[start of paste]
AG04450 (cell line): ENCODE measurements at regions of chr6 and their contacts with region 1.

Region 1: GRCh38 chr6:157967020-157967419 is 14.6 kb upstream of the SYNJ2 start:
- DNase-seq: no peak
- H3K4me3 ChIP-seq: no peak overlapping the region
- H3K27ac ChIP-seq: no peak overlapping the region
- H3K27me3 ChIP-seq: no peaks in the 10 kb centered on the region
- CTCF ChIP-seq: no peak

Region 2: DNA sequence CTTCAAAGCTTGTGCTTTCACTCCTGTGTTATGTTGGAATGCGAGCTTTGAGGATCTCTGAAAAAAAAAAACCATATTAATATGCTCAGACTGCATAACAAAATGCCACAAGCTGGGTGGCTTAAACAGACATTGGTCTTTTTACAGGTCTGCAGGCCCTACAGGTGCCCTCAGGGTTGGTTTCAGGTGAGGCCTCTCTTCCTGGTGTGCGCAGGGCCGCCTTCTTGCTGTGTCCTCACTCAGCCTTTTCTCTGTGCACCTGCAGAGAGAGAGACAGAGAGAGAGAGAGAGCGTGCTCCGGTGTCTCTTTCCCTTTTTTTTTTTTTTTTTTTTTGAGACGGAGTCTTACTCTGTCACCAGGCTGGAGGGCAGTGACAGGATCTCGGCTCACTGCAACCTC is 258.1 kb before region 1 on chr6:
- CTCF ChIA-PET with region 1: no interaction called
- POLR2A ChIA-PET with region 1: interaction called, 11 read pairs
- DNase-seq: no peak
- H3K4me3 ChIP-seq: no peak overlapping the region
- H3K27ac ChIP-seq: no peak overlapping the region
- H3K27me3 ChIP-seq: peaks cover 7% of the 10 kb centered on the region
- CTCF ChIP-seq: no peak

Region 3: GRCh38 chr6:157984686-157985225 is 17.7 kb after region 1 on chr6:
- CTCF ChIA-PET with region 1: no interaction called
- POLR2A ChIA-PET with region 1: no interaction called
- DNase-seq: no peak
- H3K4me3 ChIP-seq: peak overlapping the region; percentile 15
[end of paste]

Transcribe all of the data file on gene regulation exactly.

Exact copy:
AG04450 (cell line): ENCODE measurements at regions of chr6 and their contacts with region 1.

Region 1: GRCh38 chr6:157967020-157967419 is 14.6 kb upstream of the SYNJ2 start:
- DNase-seq: no peak
- H3K4me3 ChIP-seq: no peak overlapping the region
- H3K27ac ChIP-seq: no peak overlapping the region
- H3K27me3 ChIP-seq: no peaks in the 10 kb centered on the region
- CTCF ChIP-seq: no peak

Region 2: DNA sequence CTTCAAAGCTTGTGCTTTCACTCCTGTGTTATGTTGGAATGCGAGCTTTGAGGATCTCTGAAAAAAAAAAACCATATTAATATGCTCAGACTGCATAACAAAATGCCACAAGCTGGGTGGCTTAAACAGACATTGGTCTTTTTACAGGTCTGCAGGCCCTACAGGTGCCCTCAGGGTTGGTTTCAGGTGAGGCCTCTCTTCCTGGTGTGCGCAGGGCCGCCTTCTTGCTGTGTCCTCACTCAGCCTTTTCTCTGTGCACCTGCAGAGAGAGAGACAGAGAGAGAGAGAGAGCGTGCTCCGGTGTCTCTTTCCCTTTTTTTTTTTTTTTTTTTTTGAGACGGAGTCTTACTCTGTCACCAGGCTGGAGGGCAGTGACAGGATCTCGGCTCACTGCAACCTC is 258.1 kb before region 1 on chr6:
- CTCF ChIA-PET with region 1: no interaction called
- POLR2A ChIA-PET with region 1: interaction called, 11 read pairs
- DNase-seq: no peak
- H3K4me3 ChIP-seq: no peak overlapping the region
- H3K27ac ChIP-seq: no peak overlapping the region
- H3K27me3 ChIP-seq: peaks cover 7% of the 10 kb centered on the region
- CTCF ChIP-seq: no peak

Region 3: GRCh38 chr6:157984686-157985225 is 17.7 kb after region 1 on chr6:
- CTCF ChIA-PET with region 1: no interaction called
- POLR2A ChIA-PET with region 1: no interaction called
- DNase-seq: no peak
- H3K4me3 ChIP-seq: peak overlapping the region; percentile 15